The appended table provides an extract from the analytical results of a Waste Acceptance Criteria test (WAC) from an anonymised site. Such testing can be expensive and yet the need for such testing continues to remain, at times, misunderstood by both clients and consultants. Indeed, there remains a fundamental degree of confusion as to the purpose of WAC testing, even 15 years after they were first introduced under the UK implementation of the Waste Framework Directive. WAC testing is only used to determine how a waste will behave once it’s buried in a landfill. This is carried out primarily through analysis of leachate derived from that waste during laboratory analysis. It cannot be used to determine whether a waste is hazardous or not. Whether a waste is hazardous is dependent upon the Hazardous Waste Regulations and is established by reference to the Hazardous Waste List of the European Waste Catalogue (EWC) on the basis of the absolute amounts present in a substance.
To reiterate, WAC testing is inadequate on its own for allowing the disposal of soils. The same material must also be tested for total concentrations which should be used first to define its hazardous characteristics or classification. Logically, WAC testing should only be considered if the soil is known or very likely destined for disposal of to a Licensed Landfill. Consequently, in the interests of sustainability, reducing costs, reducing sample jars, laboratory time and equipment, we should not by default schedule WAC testing during a typical site investigation. Submission of waste soils to a landfill accompanied only with WAC results could also result in refusal to accept. Refusal cannot only offend but can also be very costly and embarrassing.
To restate the point, WAC tests are a secondary layer of classification emplaced to ensure that as a waste material they are suitable for placement and compliance within the target landfill without generating a future leachate problem at the same receiving landfill. The test is required only after waste classification has defined its hazardous properties and only determines whether the waste is suitable for deposition at an Inert, Stable Non-Reactive or Hazardous Waste landfill. There is nothing much else you can do with WAC test results.
As already noted, the primary classification of waste soil as Hazardous or Non-Hazardous is made using the results of analysis of total concentrations of the hazardous substances that could be in it, not the amount that potentially comes out after WAC leachate testing. This requirement for solid analysis derives from the Waste Framework Directive (enshrined in UK law) and is the process used to define the absolute hazardous properties that a material might have. These properties determine at a very fundamental level as to how you must treat it as a material for disposal, handling and storage purposes including the application of the Carriage of Dangerous Goods and Use of Transportable Pressure Equipment Regulations to even get it off-site.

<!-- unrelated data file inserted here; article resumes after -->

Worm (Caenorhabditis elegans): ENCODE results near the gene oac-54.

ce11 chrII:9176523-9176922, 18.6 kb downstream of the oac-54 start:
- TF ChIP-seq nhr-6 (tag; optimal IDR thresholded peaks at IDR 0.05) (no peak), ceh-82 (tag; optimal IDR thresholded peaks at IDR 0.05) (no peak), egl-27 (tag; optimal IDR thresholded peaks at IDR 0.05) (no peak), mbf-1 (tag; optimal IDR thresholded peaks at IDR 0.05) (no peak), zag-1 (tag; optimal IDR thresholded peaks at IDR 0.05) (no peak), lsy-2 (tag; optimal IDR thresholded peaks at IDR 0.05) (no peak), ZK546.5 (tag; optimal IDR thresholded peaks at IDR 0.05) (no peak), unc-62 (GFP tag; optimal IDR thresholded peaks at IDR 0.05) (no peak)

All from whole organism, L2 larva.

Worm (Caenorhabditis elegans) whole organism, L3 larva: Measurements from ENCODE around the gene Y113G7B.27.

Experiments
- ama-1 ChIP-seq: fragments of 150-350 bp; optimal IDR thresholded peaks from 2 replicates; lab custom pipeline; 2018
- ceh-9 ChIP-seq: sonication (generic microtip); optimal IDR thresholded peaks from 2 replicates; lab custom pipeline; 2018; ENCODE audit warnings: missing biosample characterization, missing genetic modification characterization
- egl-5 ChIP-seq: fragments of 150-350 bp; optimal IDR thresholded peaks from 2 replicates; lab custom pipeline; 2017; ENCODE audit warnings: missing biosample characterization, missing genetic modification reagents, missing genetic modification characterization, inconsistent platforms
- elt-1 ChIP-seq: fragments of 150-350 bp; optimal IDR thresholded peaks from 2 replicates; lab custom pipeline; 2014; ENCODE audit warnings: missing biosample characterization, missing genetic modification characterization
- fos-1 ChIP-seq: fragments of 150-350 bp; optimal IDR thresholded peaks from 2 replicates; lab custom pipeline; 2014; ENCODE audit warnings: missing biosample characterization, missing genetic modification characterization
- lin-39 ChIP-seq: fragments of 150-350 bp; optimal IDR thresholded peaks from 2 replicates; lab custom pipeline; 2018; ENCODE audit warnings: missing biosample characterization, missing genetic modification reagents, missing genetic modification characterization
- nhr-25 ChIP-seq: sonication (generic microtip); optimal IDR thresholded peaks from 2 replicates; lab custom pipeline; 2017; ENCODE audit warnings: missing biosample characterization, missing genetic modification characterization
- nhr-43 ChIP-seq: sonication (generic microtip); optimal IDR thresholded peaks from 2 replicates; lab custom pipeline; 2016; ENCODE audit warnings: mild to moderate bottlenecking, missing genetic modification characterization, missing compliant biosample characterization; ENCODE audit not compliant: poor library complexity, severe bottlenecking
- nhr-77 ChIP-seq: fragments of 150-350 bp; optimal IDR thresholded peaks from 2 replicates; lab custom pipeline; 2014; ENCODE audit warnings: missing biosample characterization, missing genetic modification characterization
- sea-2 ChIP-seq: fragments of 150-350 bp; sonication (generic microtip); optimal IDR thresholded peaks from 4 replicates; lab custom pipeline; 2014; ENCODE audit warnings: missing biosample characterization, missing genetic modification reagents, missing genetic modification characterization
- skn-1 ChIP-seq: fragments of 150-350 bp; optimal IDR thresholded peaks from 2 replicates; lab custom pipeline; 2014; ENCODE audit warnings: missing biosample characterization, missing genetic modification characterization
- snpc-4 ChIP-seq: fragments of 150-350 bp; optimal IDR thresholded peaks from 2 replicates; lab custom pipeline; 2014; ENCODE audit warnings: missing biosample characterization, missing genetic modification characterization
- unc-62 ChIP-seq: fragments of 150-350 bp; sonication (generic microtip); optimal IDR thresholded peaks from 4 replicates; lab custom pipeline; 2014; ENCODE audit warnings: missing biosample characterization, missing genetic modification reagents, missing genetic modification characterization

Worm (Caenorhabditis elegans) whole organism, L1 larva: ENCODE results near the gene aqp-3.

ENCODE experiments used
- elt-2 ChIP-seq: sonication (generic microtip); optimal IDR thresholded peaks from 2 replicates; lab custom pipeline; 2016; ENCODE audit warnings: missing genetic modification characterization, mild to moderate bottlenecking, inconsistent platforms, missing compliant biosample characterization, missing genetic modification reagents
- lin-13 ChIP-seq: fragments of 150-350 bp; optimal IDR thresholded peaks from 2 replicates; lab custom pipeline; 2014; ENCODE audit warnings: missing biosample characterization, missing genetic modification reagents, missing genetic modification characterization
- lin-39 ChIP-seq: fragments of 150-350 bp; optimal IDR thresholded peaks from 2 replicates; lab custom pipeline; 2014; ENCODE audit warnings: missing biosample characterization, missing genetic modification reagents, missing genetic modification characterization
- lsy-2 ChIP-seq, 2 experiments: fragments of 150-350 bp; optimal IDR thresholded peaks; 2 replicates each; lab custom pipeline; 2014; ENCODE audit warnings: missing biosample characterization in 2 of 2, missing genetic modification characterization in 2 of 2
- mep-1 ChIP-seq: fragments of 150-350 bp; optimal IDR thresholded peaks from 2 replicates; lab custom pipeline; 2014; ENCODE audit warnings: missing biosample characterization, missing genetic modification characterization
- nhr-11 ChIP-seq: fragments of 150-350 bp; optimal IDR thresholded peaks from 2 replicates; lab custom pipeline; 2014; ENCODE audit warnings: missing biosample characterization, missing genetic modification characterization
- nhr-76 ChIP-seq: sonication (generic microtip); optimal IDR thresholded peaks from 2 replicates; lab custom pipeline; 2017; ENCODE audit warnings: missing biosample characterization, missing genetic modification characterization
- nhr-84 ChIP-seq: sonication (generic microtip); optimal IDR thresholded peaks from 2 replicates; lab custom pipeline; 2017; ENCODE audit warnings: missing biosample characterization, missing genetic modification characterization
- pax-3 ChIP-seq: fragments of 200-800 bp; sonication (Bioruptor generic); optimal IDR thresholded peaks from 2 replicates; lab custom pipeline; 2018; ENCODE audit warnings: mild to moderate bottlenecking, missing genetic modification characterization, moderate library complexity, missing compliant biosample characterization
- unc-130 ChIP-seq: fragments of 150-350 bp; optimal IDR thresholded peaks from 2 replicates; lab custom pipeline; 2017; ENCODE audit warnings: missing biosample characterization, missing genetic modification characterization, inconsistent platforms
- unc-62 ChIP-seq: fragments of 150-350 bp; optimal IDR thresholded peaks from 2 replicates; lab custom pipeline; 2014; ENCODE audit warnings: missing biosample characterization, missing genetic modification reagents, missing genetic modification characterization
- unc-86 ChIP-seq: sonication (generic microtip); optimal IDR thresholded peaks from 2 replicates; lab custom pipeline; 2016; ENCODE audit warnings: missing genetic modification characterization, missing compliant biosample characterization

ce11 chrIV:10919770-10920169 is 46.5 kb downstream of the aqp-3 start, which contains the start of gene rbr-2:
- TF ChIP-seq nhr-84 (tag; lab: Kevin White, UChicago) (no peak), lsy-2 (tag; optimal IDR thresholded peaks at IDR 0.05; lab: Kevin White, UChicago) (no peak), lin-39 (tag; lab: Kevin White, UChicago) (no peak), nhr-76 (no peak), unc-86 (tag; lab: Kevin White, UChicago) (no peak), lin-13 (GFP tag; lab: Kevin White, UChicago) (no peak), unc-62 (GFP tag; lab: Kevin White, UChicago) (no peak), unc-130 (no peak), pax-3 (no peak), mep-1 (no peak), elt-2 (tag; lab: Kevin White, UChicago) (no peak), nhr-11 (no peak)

The list of potentially hazardous substances for which you should be analysing should be based on the desk study and the ground investigation findings. Indeed, most of the data required for primary classification is often already available from the initial ground investigation without further need nor cost, so you can get twice the value for your analytical sample costs. The data you need to characterise a waste may already be in your reports, hopefully stored in an AGS4 or similar format so you can forward it directly to your waste contractor for characterisation. If in doubt during the investigation phase as to what you might actually need to categorise, think ahead so as to ensure that you have enough primary data for a waste contractor to classify the soil at a later point. There is no need to schedule expensive WAC tests when often they are not needed nor assume on the occasion of landfill disposal that they alone will satisfy the expectation of the receiving landfill. If in doubt, ask an expert and think the process through.
If this monologue still leaves you wondering, there is a great video about tea bags here https://www.linkedin.com/feed/update/urn:li:activity:6686937368596885504/
The AGS published excellent practical guidance in 2019 “Waste Classification for Soils – A Practitioners Guide” https://www.ags.org.uk/item/ags-guidance-on-waste-classification-for-soils-a-practitioners-guide/
Article provided by Marian Markham (Land Quality Associate Director at Jacobs) and Chris Swainston (Principal Environmental Engineer at Soils Limited)